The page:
Important Information To Take To Your Pet’s Veterinarian Visit
By Rachele Baker, DVM – As a veterinarian, I see a lot of pet parents bringing their pets in for their first veterinarian visit either because they just adopted this pet or because they are looking for a new veterinarian. Before I examine each pet, I ask pet parents for information about their pets such as vaccination history and information about any medications that their pet may be taking. However, many times they do not have this information. A staff member will then call the previous veterinary hospital (or the animal shelter) to try to obtain the necessary information. Unfortunately, the previous veterinary hospital (or the animal shelter) is often too busy to provide the information right away.
We all have many demands on our time so just getting your pet to the veterinarian in the first place may be a challenge. The important thing to remember is to try to provide your new veterinarian with as much information as possible about your pet so that he or she can develop the best possible treatment plan for your pet.
In order to make your pet’s first visit to a veterinarian go as smoothly as possible, be sure to take copies of your pet’s medical records with you. You can get these from your previous veterinarian or from your pet’s online medical records portal on your previous veterinarian’s website (if your previous veterinarian provided that service). You can also ask your previous veterinarian to fax, email, or mail your pet’s medical records to your new veterinarian in advance of your visit. If you do this, make sure to give your previous veterinarian plenty of advance notice and follow up with your new veterinarian to make sure that they receive the records from your previous veterinarian.
I have developed the following checklist to help you collect the information that your new veterinarian will need.
What To Take To Your Pet’s First Veterinarian Visit
- Your pet’s date of birth, breed, and sex (spayed, neutered, or intact);
- Brand name and flavor of your pet’s current diet and amount fed;
- Name of any additional treats or people food fed;
- Name of any medications or supplements that your pet is currently taking (including flea control and heartworm prevention) and dosage information.
Copies of your pet’s medical records including:
- Information about any medical conditions such as heart disease, allergies, vaccine reactions, etc.;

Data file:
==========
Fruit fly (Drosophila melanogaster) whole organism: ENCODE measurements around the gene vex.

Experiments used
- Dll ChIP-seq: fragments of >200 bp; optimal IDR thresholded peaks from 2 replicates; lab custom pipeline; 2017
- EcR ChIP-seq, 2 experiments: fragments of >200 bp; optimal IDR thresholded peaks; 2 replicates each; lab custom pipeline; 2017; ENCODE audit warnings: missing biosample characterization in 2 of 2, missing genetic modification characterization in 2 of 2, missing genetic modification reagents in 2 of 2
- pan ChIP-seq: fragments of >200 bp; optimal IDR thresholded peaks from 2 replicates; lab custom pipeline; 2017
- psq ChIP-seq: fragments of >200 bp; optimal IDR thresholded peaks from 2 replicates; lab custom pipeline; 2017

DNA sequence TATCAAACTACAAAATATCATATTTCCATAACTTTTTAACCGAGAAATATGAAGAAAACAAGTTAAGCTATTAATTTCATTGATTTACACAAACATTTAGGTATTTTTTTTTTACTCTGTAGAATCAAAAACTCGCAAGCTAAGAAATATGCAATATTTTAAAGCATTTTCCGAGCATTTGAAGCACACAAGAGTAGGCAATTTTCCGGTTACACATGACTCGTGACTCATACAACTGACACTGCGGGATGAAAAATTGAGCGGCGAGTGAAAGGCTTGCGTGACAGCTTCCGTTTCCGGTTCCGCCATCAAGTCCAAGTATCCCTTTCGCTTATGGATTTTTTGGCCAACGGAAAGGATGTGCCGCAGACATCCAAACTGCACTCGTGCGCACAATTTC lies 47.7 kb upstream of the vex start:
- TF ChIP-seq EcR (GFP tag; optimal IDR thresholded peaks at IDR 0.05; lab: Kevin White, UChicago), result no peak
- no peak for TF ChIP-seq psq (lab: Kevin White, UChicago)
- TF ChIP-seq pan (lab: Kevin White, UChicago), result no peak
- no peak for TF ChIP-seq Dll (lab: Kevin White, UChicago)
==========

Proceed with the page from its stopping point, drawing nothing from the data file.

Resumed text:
- Copies of blood tests and urinalyses;
- Dates and names of any vaccinations given;
- Dates any dewormings performed and products used;
- Dates of any heartworm tests, fecal (stool) tests, or FeLV/FIV tests performed and results of those tests;
- CDs of any digital x-rays that have been taken (or x-ray films if x-rays taken were not digital);
- Copies of reports from any special procedures performed such as ultrasounds or MRIs;
- Copies of any biopsy reports;
- Surgery reports for any surgeries performed;
- Medical records from any Emergency Veterinary Hospitals or Specialty Hospitals visited.
What To Take To The Veterinarian Visit If Your Pet Has Diarrhea
If you are taking your pet to a veterinarian because your pet has diarrhea, it is always a good idea to take a fresh stool sample so it can be tested for intestinal parasites (worms). Many veterinarians routinely perform fecal (stool) tests on all puppies and kittens as well.
What To Take To The Veterinarian Visit If Your Pet Ate Something Potentially Toxic
If you are taking your pet to a veterinarian for an emergency situation such as toxin ingestion, it is very important to provide the veterinarian with as much information as possible about the toxin. If your pet ingested a toxic substance such as rat poison, take the product package or container to the veterinarian. If your pet ate a portion of a potentially toxic plant, take a photo of the plant and/or take a portion of the plant. If your pet ingested human medications, take the prescription bottles. If your pet ingested chocolate, take the product package. In the case of toxin ingestion, it is vital for your veterinarian to know exactly what substance was consumed.
If you are sending your pet to the veterinarian with a friend or relative, remember to give your friend or relative all of the information discussed in this post so that they can provide it to the veterinarian.